Fatty Acids Correlate with Longevity in Bird Species

Birds, like bats, have high metabolic rates due to the demands of flight but are also long-lived in comparison to similarly sized members of other species. This has a lot to do with mitochondria and membrane fatty acid composition, as shown by the evidence in the paper linked below. The membrane pacemaker theory of aging tells us that the genetically determined ratios of specific fatty acids in cell membranes determine resistance to oxidative damage, as well as other important properties in the operation of metabolism that are particularly relevant to mitochondrial function and the ways in which mitochondria become damaged in aging. From a practical point of view, this is one of the things that should steer our attention towards mitochondrial DNA damage as an important contribution to aging, and cause us to prioritize research on methods of repair of that damage.

The evolution of lifespan is a central question in evolutionary biology, begging the question why there is so large variation among taxa. Specifically, a central quest is to unravel proximate causes of ageing. Here we show that the degree of unsaturation of liver fatty acids predicts maximum lifespan in 107 bird species. In these birds, the degree of fatty acid unsaturation is positively related to maximum lifespan across species. This is due to a positive effect of monounsaturated fatty acid content, while polyunsaturated fatty acid content negatively correlates with maximum lifespan. Furthermore, fatty acid chain length unsuspectedly increases with maximum lifespan independently of degree of unsaturation. These findings tune theories on the proximate causes of ageing while providing evidence that the evolution of lifespan in birds occurs in association with fatty acid profiles. This finding suggests that studies of proximate and ultimate questions may facilitate our understanding of these central evolutionary questions.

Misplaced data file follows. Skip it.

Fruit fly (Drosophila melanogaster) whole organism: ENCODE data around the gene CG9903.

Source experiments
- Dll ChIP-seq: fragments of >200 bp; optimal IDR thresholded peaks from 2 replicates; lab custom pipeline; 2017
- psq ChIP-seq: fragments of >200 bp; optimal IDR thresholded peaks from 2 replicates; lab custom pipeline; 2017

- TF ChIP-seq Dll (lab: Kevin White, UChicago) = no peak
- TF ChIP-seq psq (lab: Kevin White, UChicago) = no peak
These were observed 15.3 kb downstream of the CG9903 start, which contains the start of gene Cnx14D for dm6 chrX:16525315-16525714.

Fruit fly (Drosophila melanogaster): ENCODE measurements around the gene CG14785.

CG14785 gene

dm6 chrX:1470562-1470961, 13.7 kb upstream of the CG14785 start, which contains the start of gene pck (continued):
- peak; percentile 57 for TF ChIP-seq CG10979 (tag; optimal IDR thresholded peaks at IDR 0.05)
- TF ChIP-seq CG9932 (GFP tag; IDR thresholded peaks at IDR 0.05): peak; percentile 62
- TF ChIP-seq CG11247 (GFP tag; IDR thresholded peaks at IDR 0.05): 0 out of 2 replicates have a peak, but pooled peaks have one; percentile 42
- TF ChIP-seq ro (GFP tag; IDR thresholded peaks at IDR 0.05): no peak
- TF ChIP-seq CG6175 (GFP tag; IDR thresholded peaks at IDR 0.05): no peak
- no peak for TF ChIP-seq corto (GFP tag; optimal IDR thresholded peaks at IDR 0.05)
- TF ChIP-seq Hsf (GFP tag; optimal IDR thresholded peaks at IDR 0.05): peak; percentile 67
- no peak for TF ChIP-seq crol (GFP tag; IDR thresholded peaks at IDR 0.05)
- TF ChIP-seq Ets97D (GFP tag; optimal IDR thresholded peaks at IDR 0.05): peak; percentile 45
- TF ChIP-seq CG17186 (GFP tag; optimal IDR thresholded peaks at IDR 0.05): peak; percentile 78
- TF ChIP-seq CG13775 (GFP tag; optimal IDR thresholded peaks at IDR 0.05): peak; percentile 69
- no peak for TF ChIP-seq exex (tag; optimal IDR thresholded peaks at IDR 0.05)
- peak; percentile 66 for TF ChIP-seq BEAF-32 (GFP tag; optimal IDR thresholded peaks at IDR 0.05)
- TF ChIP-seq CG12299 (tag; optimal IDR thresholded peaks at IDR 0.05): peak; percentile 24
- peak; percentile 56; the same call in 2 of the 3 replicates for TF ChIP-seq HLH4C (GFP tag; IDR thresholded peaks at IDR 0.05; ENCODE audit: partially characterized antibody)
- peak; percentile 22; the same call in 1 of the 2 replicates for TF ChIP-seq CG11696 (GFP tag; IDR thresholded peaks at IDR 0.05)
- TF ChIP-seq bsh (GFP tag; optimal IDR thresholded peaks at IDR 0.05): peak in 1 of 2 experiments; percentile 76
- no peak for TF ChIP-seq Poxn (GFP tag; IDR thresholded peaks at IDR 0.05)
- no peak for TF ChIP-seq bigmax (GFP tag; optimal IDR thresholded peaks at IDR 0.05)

Link: http://dx.doi.org/10.1111/evo.12754

Comments

Significant mitochondrial dysfunction comes from the telomeres - P53 - Mito aging axim:

http://www.nature.com/nrm/journal/v13/n6/fig_tab/nrm3352_F2.html

"Telomerase reactivation or PGC overexpression can reverse PGC-associated metabolic and mitochondrial changes in mice with established telomere dysfunction. Telomere dysfunction may also lead to compromised mitochondrial function and energy metabolism through other pathways (dashed arrows)."

This same mechanic exists in humans too. PGC-1a increase has also been demonstrated to regulate TERT expression and thus restore telomeres as a feedback.

From the paper:

http://www.nature.com/nrm/journal/v13/n6/full/nrm3352.html

Posted by: Steve H at August 27th, 2015 8:49 AM